Hope this helped, Don A.


Quote:
Hello All!

I've got a d-ila on the way (Yaa!). I've also gathered that during the loudest parts of a film I just might not be able to hear it. A Killer Hush box is needed!!!

A totally sealed box with air blown in/out from outside the room seems in order. I got looking into the heat these babies put out and I found a page that has a formula for CFM required to cool the enclosure:

CFM = (3.16 x Watts) / T

where T = the inlet air temperature.

The url where I found it is:
http://www.users.dircon.co.uk/~nmb/f.../data/info.htm

I've seen the same formula on an unrelated page so I don't think it's specific to what this company does.

Plugging in 620 watts and a 15 degree rise.I get about 130 CFM! To really get this flow I've also learned that I'll have to be very carefull about duct size and the number of bends or I'll need a very large fan. So much for a couple of muffing fans from digikey!!

Does the 15 degree rise sound safe? Our house is air conditioned so ambient temp should never be above 80 or so.

I'm going to put 2 thermostats in the box located so the outlet air passes over them. The first will turn on the fans if the temp gets to about 77 degrees. The second will activate the IR command to shut the unit off if the box gets to 95 degrees. This way the emergency shutdown will still leave the fans on to cool everything down. This second one can also warn with an voice message through our home automation system. I'm worried about melting my new projector!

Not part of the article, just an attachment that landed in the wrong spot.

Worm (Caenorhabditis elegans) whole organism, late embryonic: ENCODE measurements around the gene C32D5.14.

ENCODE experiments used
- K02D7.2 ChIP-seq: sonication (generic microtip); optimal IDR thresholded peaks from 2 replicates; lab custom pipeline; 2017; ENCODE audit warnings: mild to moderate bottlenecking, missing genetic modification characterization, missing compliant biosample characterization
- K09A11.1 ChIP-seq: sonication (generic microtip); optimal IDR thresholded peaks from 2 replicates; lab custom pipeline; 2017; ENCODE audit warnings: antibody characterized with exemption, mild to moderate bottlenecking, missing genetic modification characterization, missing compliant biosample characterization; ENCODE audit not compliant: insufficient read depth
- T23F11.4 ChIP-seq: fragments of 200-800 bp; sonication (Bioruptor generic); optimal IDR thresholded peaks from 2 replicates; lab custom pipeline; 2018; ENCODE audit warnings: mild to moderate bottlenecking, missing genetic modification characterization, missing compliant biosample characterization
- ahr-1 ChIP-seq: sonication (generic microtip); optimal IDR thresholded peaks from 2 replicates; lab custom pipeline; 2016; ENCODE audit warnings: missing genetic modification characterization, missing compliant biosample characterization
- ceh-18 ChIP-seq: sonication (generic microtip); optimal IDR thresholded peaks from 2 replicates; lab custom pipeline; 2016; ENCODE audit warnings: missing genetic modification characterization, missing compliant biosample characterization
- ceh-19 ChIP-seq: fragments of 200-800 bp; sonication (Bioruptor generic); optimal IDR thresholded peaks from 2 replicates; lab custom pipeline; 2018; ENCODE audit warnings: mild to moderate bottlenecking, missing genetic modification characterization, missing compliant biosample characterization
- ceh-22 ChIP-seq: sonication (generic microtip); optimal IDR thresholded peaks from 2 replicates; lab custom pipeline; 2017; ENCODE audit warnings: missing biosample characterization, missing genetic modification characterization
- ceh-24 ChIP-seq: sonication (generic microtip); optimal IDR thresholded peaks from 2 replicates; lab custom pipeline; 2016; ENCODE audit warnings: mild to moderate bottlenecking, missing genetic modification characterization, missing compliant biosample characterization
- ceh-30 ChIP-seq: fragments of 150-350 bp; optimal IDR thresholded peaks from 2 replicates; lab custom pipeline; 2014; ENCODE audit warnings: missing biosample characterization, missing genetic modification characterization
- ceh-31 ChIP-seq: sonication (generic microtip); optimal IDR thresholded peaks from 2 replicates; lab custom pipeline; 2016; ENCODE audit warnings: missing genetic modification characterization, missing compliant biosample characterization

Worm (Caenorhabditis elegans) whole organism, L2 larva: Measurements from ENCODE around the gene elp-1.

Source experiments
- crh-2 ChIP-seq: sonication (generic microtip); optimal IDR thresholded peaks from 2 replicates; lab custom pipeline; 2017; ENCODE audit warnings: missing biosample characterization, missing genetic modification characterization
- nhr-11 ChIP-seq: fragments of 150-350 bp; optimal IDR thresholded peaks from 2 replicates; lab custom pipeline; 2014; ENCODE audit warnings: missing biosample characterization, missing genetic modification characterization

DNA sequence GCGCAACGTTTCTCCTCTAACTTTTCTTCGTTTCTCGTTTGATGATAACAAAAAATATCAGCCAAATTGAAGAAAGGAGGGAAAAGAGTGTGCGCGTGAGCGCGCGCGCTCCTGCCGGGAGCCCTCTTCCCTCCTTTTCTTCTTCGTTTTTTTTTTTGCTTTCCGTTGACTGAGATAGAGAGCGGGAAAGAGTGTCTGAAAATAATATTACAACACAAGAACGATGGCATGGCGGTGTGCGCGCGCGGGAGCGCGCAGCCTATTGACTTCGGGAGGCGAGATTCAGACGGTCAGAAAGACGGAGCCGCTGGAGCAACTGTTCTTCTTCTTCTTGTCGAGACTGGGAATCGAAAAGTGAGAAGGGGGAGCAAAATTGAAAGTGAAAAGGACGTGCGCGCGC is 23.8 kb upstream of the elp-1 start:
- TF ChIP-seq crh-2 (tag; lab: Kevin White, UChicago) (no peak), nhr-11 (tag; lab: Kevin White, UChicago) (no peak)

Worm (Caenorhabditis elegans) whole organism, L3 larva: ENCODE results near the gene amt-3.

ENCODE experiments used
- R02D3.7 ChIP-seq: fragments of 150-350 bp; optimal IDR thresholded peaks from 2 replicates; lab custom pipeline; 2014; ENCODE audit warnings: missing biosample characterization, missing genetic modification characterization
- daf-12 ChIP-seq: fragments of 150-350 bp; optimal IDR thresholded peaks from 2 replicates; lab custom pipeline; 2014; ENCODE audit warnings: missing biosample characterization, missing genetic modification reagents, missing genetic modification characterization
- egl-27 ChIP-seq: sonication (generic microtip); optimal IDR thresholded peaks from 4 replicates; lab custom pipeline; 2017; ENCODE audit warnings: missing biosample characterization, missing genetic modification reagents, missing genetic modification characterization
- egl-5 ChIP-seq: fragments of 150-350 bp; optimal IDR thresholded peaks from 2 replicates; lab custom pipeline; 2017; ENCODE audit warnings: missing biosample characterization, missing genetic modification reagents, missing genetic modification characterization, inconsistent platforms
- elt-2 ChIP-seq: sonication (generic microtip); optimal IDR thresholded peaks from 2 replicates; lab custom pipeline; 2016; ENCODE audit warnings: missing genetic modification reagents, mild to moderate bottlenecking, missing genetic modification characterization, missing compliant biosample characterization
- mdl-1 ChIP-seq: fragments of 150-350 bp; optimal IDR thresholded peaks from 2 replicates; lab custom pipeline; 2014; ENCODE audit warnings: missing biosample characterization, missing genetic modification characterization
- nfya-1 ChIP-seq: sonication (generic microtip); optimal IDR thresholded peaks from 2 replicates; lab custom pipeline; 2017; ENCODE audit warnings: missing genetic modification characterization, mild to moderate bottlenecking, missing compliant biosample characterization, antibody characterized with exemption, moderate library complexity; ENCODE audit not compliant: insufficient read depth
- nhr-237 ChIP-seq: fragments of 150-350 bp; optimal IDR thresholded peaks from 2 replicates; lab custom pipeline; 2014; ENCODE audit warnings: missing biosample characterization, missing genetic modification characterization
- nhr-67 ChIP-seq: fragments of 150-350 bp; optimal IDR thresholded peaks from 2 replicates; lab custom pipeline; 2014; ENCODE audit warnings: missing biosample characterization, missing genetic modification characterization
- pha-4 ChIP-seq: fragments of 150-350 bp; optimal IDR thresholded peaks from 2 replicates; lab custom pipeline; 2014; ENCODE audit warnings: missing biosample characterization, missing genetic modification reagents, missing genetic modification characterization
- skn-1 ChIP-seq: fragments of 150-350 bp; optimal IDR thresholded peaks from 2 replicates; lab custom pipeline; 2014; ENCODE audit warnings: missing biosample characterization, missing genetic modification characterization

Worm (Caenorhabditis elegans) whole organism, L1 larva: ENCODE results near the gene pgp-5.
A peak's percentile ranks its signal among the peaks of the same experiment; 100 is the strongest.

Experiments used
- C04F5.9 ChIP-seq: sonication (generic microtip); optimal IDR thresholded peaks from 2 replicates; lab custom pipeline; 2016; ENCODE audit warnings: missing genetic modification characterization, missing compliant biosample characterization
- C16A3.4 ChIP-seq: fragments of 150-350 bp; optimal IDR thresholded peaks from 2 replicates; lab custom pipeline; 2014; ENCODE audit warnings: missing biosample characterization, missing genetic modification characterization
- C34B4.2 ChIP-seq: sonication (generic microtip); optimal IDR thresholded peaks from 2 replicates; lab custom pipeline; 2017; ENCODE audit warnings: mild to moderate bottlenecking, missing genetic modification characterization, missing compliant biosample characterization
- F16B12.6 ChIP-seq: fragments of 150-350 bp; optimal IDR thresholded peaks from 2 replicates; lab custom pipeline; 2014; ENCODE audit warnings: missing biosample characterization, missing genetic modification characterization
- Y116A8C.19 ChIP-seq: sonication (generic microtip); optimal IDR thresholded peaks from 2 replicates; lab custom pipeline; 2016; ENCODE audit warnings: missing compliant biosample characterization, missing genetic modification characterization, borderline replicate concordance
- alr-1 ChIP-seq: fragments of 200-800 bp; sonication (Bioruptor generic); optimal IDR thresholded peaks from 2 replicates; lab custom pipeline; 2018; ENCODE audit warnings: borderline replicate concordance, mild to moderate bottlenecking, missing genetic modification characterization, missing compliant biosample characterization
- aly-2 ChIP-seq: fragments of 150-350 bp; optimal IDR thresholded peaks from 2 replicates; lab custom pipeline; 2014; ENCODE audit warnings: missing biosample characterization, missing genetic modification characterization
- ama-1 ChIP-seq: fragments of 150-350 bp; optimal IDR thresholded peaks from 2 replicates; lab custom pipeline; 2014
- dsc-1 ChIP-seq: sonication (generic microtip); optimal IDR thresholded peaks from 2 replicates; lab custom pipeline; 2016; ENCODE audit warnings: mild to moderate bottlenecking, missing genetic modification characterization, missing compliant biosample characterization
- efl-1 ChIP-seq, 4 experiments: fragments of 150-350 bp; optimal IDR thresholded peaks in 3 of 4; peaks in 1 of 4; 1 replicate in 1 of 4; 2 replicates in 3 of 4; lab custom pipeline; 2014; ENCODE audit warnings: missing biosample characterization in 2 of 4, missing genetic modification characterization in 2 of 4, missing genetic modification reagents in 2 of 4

If I'm right about this I hope it can help others. If I'm not someone please set me straight!

A question for d-ila owners. Does the unit have a definite air flow path from left to right or from right to left. Does it just kinda spew air? This will help to optimize the design.

Many Thanks!

John Chapman



[This message has been edited by anderdea (edited 05-08-2001).]


[This message has been edited by anderdea (edited 05-08-2001).]


[This message has been edited by anderdea (edited 05-08-2001).]
 

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Randy,